Taxation Law Section
Please join us on Tuesday April 18, 2017 from 6:00pm-7:00pm in the large conference room at Stein Sperling (25 West Middle Lane, Rockville, MD) for a discussion on Hot Topics in Tax Law: Horses, Hobbies and More. Our speaker is Jessica Marine, a partner at Frost & Associates. Jessica manages the firm's litigation and tax collection practices, and has extensive experience representing taxpayers before the Internal Revenue Service and the United States Tax Court.
Jessica will discuss the tax implications of her recent US Tax Court case of Hylton v. Commissioner, where the IRS asserted that the taxpayer was operating a horse activity as a hobby versus a business. The amount at issue between Federal and State is over $10 million, making this one of the largest horse hobby loss cases in US Tax Court history. The US Tax Court held in favor of the IRS, and this case is currently being appealed to the 4th Circuit. Jessica will discuss the factors the Court looks at in deciding these cases and how taxpayers can better protect themselves from falling into the hobby loss rules. Jessica will also discuss how the IRS is targeting many other businesses in this same respect by extending the applicability of the passive loss rules. Jessica will explain how to recognize these potential pitfalls and what a client needs to do to overcome these targeted IRS issues. Jessica will also discuss the President’s proposed changes to tax laws, as well as explain two "loopholes" used by Donald Trump prior to becoming President.
There will be a light dinner from Mission BBQ and beer as well as non-alcoholic drinks. There is no cost and all are welcome. Please RSVP to John Pontius at email@example.com, so that we know how much food to order.
Late last year, Congress passed and the President signed, the Protecting Americans from Tax Hikes Act ("PATH"), which extended, in many cases on a permanent basis, numerous expiring tax provisions affecting taxpayers. Some of the more important provisions include:
Key Provisions impacting Businesses:
• Permanently sets the Code Sec. 179 expensing limit at $500,000 with a $2 million overall investment limit before phase out (both amounts indexed for inflation beginning in 2016).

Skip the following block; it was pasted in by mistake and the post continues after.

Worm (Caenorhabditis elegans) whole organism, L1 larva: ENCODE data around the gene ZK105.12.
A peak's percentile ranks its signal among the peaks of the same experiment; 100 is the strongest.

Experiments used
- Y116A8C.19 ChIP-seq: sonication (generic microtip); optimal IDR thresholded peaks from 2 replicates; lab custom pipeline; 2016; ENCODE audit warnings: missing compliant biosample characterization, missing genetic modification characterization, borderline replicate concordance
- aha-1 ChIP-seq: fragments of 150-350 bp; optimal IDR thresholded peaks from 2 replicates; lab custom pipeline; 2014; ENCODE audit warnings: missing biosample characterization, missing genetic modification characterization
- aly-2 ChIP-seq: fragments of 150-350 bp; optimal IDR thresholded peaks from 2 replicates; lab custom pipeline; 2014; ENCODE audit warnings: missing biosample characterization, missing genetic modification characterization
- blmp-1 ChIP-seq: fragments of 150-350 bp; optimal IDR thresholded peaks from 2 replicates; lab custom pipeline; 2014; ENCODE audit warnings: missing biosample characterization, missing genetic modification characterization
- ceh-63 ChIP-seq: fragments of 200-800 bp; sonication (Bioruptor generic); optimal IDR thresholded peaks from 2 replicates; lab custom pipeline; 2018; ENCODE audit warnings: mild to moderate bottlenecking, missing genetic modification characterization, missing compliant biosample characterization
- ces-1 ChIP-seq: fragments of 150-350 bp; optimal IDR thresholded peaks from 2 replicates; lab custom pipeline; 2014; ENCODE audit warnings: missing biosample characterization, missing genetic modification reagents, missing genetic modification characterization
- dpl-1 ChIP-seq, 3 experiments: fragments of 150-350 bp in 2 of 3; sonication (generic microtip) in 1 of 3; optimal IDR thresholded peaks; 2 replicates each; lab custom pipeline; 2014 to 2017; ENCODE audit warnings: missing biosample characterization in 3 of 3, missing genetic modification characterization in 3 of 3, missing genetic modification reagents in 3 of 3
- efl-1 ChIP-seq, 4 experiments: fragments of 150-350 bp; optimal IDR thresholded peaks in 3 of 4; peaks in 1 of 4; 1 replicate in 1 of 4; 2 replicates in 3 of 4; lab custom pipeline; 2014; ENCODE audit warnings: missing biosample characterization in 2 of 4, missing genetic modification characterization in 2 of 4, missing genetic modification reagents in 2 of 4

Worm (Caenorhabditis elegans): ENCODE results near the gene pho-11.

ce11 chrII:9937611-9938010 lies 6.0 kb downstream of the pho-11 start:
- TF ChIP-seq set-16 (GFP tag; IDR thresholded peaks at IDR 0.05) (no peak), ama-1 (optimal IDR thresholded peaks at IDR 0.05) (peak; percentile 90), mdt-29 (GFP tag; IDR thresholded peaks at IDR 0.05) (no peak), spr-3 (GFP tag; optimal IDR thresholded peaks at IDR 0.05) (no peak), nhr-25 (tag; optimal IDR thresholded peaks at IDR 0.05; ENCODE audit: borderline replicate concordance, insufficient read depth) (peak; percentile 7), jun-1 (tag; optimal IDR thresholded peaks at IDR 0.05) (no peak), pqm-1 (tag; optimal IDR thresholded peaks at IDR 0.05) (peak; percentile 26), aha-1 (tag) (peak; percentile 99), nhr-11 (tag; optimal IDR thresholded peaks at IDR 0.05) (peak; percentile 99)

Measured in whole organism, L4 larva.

• Making permanent the 100% exclusion on gain from the sale of qualified small business stock held for more than five years by non-corporate taxpayers.
• Permanently reducing the built in-gains recognition period for C corporations electing to be taxed as an S corporation.
Key Provisions impacting Individuals
• Making permanent the election to claim an itemized deduction for state and local sales taxes rather than state and local income taxes.
• PATH permanently extends the provision for individuals age 70 1/2 and older to be allowed to make tax-free distributions from individual retirement accounts (IRAs) to a qualified charitable organization. The treatment continues to be capped at a maximum of $100,000 per taxpayer each year.
• Extending, through 2016, the above-the-line deduction for qualified tuition and fees for post-secondary education.
• Extending the exclusion from income arising from the cancellation of mortgage debt on a principal residence of up to $2 million ($1 million for a married taxpayer filing a separate return) through 2016.
If you would like to receive our BAMC Taxation Law Section listserve messages, please contact Cindy at Cindy@barmont.org.
John S. Pontius, Jr.
Mark W. Schweighofer
April 18, 2017
This meeting will be held from 6-7PM in the large conference room at Stein Sperling, 25 West Middle Lane, Rockville, MD 20850.
None Currently Scheduled